Feature: dead pope will not be hammered


WASHINGTON, Oct. 1 (UPI) -- Public concern over Pope John Paul II's health ebbs and flows depending on how the 83-year-old pontiff looks in his public appearances.

Announcing the creation of new cardinals Sunday his voice was weak and he had to stop several times to regain his breath. On Monday, Cardinal Josef Ratzinger made a pessimistic remark about the pope's condition to a German magazine -- which the Vatican later played down.


But whenever it happens, the pope's death will set in motion a chain of Vatican rituals and procedures that -- with few variations and amendments -- have been in place for centuries.

As soon as the pope dies, the Chamberlain of the Holy Roman Church -- a senior Vatican cardinal -- takes over. Usually referred to by the Italian title of 'Camerlengo' (chamberlain), he is the official who must ascertain that the pope is dead.

As recently as 40 years ago, the Camerlengo did this by tapping the pope's head three times with a small hammer and shouting his family name close to his ear, but that colorful ritual is not mentioned in the 1996 revisions made by Pope John Paul II to streamline the process, and referred to by the opening Latin words of the document as "Universi Domini Gregis..." -- The shepherd of the Lord's whole flock...


However, the Camerlengo is still required to slip the papal ring off the dead pope's finger, and smash the official papal seal.

The Camerlengo -- currently the Spanish-born Cardinal Eduardo Martinez Somalo -- will hold daily meetings of all the cardinals present, and the number gets bigger as more cardinals arrive in Rome.

The cardinals' council will declare nine days of official mourning, and set a date for the funeral, usually five or six days after the pope's death. This allows for the preparation of a grave in the crypt of St. Peter's Basilica, and for about three days of lying-in-state in the basilica.

The cardinals will also set a date for the start of the conclave, which will get going about three weeks following the pope's death. For the cardinals this pre-conclave period is a time of politicking, lobbying and consultations. The selection of a new pope is as political as any Chicago ward election.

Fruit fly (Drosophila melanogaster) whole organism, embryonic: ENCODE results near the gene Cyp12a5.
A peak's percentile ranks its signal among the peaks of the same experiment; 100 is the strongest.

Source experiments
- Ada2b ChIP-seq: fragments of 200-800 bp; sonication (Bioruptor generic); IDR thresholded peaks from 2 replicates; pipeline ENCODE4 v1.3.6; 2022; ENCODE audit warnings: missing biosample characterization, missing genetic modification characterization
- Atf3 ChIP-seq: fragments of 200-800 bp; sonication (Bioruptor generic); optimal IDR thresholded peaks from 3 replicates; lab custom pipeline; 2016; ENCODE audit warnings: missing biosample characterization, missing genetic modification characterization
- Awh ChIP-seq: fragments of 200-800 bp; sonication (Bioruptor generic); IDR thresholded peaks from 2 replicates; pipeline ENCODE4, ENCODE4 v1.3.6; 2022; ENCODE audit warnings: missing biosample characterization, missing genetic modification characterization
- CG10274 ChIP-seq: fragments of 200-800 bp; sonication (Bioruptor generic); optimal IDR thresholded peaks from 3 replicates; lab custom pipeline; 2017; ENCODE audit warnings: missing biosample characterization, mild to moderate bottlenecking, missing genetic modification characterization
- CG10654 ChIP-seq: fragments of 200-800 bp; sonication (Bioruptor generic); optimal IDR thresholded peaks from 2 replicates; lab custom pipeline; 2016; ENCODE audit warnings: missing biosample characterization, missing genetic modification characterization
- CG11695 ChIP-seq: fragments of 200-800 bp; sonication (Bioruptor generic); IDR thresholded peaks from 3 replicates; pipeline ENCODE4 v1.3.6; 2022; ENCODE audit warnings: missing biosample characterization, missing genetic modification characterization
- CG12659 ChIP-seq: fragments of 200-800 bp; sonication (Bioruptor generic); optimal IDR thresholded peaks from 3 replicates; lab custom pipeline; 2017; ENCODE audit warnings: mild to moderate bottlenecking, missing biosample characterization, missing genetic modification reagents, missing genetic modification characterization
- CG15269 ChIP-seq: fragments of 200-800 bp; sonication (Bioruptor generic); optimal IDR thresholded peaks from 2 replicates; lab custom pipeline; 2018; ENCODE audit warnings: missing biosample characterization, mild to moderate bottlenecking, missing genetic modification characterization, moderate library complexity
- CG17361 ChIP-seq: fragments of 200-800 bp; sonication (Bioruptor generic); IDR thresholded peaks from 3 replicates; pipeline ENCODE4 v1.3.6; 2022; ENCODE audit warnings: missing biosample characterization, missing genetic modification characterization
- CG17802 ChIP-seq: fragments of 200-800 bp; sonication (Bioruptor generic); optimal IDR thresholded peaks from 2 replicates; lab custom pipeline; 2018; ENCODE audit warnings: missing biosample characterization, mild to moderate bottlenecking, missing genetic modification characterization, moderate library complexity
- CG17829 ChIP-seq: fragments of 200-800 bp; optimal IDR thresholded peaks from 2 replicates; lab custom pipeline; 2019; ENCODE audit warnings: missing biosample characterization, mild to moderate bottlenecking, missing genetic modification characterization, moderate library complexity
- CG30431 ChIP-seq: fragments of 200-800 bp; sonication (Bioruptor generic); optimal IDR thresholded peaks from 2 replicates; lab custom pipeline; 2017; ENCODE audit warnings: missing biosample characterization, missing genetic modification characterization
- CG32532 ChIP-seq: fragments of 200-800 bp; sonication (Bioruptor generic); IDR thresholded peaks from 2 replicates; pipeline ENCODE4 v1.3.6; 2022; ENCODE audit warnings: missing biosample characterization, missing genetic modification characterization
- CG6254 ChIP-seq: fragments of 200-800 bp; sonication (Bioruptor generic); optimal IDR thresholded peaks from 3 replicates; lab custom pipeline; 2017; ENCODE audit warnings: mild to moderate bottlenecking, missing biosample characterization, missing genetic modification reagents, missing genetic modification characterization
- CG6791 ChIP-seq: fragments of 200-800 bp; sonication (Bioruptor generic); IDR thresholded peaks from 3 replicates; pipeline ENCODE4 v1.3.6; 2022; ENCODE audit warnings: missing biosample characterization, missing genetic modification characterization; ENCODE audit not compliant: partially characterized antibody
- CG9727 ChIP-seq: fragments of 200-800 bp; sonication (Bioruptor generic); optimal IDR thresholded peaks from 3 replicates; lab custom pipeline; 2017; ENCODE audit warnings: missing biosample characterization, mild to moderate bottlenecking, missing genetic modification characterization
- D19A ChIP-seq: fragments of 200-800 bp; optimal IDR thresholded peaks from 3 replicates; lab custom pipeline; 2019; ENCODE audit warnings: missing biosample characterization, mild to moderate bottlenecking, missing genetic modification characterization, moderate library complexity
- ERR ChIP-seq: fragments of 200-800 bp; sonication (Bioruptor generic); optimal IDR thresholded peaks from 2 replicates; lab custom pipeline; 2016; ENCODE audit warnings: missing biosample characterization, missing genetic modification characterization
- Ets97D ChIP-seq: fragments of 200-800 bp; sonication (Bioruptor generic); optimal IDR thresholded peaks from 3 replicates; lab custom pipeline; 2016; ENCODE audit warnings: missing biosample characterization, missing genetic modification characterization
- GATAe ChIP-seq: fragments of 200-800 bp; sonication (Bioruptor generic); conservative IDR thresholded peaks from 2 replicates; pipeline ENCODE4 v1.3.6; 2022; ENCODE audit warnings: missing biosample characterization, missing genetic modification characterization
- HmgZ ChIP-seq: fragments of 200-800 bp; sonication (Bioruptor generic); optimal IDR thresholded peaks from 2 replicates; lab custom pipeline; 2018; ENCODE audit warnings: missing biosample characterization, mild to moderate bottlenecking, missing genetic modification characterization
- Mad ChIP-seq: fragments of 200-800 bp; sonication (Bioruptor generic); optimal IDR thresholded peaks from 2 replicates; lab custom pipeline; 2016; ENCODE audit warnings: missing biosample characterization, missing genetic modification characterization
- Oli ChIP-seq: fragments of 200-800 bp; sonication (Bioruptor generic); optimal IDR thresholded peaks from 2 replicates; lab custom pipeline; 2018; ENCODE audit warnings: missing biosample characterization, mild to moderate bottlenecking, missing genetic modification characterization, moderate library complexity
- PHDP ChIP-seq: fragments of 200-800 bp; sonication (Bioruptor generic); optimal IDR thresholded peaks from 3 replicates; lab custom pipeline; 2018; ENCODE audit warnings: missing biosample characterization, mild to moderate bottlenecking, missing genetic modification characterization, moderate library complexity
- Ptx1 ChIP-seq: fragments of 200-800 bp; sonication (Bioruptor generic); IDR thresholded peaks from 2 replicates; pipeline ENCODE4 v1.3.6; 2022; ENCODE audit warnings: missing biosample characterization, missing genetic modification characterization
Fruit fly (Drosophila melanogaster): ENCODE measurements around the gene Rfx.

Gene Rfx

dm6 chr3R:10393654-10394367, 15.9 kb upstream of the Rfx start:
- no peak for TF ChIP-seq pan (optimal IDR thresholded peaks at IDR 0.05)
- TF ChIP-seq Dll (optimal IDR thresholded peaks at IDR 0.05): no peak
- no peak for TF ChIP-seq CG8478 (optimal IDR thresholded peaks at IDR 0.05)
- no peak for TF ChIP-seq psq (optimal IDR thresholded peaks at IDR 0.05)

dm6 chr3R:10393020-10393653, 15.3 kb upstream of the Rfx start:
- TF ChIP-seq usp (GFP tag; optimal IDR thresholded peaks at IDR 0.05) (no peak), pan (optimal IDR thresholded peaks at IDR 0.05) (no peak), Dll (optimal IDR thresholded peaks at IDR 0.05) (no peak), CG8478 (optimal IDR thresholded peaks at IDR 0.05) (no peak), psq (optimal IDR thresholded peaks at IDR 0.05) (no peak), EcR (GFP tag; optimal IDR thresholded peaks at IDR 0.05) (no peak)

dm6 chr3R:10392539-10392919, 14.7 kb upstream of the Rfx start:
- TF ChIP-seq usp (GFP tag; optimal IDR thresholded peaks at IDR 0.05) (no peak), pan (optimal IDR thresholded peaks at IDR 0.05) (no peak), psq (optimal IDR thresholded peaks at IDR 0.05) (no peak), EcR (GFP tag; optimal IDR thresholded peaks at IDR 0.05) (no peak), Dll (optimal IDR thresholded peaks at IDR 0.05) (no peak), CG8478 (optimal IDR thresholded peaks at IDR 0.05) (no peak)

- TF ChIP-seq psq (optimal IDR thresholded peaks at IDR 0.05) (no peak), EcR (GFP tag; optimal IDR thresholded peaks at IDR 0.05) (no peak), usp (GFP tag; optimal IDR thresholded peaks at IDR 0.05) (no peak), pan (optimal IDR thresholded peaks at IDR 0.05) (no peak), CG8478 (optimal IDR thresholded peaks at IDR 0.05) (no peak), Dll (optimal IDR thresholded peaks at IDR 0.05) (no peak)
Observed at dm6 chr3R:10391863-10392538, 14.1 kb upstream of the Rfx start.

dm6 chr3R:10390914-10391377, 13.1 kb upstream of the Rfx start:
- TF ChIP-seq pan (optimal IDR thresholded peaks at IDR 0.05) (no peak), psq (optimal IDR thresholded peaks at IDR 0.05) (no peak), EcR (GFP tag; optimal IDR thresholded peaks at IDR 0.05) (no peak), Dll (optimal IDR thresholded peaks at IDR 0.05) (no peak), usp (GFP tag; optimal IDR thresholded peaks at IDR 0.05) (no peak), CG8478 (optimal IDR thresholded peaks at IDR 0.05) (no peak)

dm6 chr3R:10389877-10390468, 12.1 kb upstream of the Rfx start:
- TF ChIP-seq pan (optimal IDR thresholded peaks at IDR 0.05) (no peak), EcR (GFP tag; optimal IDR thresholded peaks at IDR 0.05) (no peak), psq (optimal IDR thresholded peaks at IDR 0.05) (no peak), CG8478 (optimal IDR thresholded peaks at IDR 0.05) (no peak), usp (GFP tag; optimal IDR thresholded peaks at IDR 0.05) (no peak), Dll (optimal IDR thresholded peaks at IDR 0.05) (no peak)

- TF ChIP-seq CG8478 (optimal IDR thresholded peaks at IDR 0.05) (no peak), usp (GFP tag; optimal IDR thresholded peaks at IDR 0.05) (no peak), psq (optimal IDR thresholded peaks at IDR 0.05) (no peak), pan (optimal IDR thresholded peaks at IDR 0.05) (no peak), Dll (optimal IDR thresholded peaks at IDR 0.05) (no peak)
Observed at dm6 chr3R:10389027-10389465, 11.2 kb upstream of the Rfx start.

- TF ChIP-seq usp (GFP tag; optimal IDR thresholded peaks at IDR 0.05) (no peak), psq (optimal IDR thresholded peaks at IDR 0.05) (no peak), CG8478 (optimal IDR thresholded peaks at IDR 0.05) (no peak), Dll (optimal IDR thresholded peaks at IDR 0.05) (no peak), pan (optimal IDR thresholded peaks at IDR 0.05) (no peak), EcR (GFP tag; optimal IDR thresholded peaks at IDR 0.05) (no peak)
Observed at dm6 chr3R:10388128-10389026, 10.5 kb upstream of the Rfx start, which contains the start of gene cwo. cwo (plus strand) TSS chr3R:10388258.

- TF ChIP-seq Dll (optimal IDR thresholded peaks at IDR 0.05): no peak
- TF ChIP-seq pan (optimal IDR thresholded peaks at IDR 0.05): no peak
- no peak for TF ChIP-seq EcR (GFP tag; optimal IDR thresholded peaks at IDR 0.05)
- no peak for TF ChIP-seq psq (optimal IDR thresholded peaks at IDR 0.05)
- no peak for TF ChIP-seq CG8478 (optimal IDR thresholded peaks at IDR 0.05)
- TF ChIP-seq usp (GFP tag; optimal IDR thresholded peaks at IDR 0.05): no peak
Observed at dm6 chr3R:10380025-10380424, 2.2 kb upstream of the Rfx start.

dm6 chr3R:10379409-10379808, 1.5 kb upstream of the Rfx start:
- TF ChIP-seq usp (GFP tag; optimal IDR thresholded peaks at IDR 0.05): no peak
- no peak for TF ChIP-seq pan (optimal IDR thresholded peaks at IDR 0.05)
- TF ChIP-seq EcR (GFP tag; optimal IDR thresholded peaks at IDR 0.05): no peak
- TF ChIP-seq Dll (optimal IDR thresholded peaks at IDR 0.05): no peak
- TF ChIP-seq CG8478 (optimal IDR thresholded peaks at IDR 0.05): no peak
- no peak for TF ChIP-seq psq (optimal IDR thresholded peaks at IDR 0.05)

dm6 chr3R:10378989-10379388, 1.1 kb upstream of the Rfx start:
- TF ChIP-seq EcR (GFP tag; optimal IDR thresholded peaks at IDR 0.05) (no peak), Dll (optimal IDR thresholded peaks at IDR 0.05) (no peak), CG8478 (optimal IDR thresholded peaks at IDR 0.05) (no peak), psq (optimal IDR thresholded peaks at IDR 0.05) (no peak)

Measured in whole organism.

Planning the conclave is the main function of the cardinals at this point. All heads of departments (including the secretary of state and the heads of the congregations) cease to exercise their office, and everything that is not an emergency is put on hold awaiting the election of a new pope.


There's a bit of a cliffhanger here. If the pope dies before Oct. 16, the number of cardinal-electors (cardinals who have not reached the age of 80) will number 109. That is the date when the pope is scheduled to hold his consistory, the solemn papal ceremony in St. Peter's that actually creates the new cardinals he named last week. Twenty-six of the newcomers are of voting age, but until they receive their red hats they are only nominees -- and will be left out in the cold.

Another change introduced by Pope John Paul II is to relax the traditional rules of confinement in the conclave. The term comes from the Latin "cum clave," meaning "with a key."

Until John Paul's own election 25 years ago this month, the cardinals were sealed into a cramped space in the Vatican Palace, with a hole in the wall through which food and other supplies were passed to them.

Starting with this papal election the cardinals will be lodged in a more spacious new building inside the Vatican's walls called the Domus Sanctae Marthae (St. Martha's House) and bussed the short distance to the Sistine Chapel to vote. But each cardinal still takes a vote of secrecy, and they will still remain incommunicado until one of them is elected pope. No contact with the outside world is allowed, so there will be no cell phones or laptops inside -- and the Sistine chapel is "swept" electronically to prevent bugging.


The pope is elected by secret ballot. Voting takes place twice daily, in the morning and the afternoon, until one of the cardinals receives a two-thirds majority of the votes of those present. Vatican sources say there's talk of abolishing the time-honored but confusing smoke signals from the chapel chimney to announce the outcome of the ballot -- black smoke for an inconclusive vote, and white smoke to proclaim the election of a new pope.

This would mean that the world will have to wait for the announcement from the balcony of St. Peter's Basilica, once a pope is elected.

A couple of weeks after his first appearance the new pope is formally enthroned in St. Peter's Square if the weather is clement, and if not, in the basilica. Popes used to be carried in to their coronation high above the heads of the crowd on a throne, known as the sedia gestatoria. But the sedia gestatoria -- which made Pope John XXIII feel seasick -- was abolished by his successor, Paul VI.

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